Iceland's hidden creatures

Anna Margrét Björnsson

Artist Arngrímur Sigurðsson's fascination with the imagined beings of Icelandic folklore began at art college and are now the subject of a book which he is crowd-funding with the Karolina fund. His beautiful oil paintings of the dark, mystical imagined creatures of Iceland  struck a chord with the public and funding of the book, Duldýrasafnið,  (The museum of hidden beasts) is almost complete within less than 24 hours. 

From seamonsters to friendly trolls

"My idea began as my Bachelor of Arts project at the Icelandic Academy of Arts," explains Sigurðsson who admits a long-time fascination with the creatures that Icelandic people have imagined and believed in through the ages. The creatures include dwarves, elves, trolls, ghosts and lesser known beings such as seamonsters, milk carriers, half-humans and half-animals, giant whales, and the mythical kingdom of Tröllbotnaland.

The book features 34 pictures of oil paintings of mythical creatures with texts from Icelandic folkloric tales and Sagas describing each creature in detail, their habits and characteristics and their relationship with their human neighbours. "I finished the paintings last month," says Sigurðsson who likes the idea of publishing art in books. "It's an accessible medium which means more people can enjoy what I do than the few who actually buy a painting." The beautiful hard-cover book will be printed on 170 gram paper containing 80 pages and the aim is to have it published in English in the new year. The paintings in the book will be exhibited in Reykjavík in January.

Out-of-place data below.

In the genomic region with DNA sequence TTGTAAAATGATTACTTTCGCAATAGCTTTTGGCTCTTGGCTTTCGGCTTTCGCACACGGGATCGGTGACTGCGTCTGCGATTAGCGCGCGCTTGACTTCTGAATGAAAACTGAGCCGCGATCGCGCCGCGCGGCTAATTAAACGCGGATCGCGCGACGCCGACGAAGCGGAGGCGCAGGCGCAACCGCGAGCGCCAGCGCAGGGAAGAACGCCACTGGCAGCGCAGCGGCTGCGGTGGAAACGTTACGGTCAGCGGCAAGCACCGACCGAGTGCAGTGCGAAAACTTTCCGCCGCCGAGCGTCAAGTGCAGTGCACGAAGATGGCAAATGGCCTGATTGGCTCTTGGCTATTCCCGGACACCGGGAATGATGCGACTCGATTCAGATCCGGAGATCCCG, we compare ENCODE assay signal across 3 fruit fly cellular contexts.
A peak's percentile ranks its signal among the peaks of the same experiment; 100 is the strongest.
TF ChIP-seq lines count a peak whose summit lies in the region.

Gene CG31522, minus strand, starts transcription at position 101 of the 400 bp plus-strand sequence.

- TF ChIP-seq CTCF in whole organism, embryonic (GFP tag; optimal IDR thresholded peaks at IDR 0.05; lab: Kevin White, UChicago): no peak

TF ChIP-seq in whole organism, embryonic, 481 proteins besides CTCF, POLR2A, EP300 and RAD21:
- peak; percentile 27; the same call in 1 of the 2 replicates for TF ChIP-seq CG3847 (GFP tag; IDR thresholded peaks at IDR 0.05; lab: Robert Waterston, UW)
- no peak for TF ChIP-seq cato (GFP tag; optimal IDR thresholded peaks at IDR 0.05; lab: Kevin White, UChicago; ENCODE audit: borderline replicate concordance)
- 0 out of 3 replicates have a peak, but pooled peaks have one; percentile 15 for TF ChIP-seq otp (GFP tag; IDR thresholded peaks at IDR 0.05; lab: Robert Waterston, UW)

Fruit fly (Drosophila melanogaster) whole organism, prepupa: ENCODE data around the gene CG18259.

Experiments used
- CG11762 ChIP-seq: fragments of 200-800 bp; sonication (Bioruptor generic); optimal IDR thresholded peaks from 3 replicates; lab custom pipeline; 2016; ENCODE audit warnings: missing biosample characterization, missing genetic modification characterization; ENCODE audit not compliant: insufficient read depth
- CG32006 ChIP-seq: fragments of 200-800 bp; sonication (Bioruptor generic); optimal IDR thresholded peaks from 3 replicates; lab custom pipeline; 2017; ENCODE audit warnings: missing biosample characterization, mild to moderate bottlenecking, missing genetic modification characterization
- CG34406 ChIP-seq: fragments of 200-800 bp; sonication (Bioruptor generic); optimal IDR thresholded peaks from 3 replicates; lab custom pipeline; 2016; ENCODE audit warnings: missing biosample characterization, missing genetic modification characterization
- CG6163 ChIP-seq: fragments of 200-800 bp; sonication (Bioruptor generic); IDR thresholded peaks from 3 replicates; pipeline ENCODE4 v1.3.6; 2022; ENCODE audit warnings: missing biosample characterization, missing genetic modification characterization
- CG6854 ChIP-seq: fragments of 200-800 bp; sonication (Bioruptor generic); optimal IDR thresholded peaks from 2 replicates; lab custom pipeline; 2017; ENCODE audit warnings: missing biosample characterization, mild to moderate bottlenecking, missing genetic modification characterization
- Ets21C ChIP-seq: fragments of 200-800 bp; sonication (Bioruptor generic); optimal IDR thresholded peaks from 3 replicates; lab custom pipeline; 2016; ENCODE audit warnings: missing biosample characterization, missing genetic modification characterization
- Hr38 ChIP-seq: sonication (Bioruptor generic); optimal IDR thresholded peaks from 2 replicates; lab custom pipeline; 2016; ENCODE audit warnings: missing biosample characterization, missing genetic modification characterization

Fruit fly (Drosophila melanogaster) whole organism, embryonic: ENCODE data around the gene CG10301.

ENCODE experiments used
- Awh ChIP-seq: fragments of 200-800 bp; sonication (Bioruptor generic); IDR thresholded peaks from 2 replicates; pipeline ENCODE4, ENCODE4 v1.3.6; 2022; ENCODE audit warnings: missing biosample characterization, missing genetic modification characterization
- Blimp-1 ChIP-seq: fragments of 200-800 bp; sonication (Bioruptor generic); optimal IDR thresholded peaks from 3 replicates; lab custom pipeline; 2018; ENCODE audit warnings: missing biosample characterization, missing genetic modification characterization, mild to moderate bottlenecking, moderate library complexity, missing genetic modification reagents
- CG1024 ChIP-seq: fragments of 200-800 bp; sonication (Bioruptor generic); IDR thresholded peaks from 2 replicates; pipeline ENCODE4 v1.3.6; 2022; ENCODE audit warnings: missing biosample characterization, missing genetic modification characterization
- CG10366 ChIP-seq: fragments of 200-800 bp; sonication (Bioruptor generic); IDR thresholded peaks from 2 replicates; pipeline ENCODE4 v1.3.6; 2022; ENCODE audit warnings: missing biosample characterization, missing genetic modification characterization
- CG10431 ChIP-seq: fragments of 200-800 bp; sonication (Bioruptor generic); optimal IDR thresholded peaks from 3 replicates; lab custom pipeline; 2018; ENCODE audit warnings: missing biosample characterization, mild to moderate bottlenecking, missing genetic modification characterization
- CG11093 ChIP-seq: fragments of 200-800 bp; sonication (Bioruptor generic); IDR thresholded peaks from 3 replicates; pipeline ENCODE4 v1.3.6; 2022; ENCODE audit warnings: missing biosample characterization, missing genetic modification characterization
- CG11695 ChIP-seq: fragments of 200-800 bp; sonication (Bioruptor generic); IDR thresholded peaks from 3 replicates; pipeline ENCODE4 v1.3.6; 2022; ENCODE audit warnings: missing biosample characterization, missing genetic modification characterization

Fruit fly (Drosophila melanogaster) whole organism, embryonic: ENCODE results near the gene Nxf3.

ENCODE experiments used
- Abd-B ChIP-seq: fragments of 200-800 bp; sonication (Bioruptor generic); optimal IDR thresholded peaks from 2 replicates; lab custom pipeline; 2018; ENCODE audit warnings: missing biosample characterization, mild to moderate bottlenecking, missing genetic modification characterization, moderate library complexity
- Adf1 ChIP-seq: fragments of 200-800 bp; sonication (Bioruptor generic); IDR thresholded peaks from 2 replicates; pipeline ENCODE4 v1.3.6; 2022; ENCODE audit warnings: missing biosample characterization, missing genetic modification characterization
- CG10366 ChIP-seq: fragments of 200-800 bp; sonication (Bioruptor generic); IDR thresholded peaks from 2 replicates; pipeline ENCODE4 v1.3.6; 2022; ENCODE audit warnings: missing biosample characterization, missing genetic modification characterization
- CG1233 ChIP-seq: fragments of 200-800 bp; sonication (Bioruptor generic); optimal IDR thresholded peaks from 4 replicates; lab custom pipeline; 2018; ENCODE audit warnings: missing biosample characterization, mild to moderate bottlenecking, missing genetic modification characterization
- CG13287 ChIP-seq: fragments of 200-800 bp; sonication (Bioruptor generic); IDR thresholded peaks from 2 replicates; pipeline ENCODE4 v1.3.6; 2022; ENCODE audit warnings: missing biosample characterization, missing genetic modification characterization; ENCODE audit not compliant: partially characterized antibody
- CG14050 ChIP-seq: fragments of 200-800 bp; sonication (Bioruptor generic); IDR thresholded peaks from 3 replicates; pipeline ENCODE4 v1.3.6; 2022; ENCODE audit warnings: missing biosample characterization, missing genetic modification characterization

A fear of the harsh Icelandic nature

"I find the topic really interesting, " explains Sigurðsson who says that people still believe in some of the beings featured in the book. "There are people who believe in ghosts and in elves. there are still people working as psychic mediums who pass messages between the living and the dead. In folkloric texts a human soul is almost presented like a being separate from the person, and  I suppose that therefore the soul is still a being that lots of people believe in."

But why does he think people imagined all the wondrous creatures he's been painting? "In a way I think Icelanders were pretty terrified living in this country in older times. The elements and the weather conditions are so harsh. Imagine having to cross mountains in the pitch-dark winter. It's no wonder they imagined monsters living in that environment."The weirdest creatures in Sigurðssons opinion is the Tilberi, a milk fetcher conjured up by women by taking a man's rib from a churchyard. The creature was then nourished from sucking on a wart on the woman's inner thigh. 

Sigurðsson believes that belief in aliens has in a way replaced a belief in hidden people. "The stories of alien abduction and stories of being abducted by hidden people are sometimes almost identical. I guess the backdrop just became more scientific. " He adds that he admires the wondrous ideas behind all the creatures. " Its interesting when they are actually presented like something that actually exists. That's when the fun starts."

More information on Duldýrasafnið on the Karolina fund HERE. 

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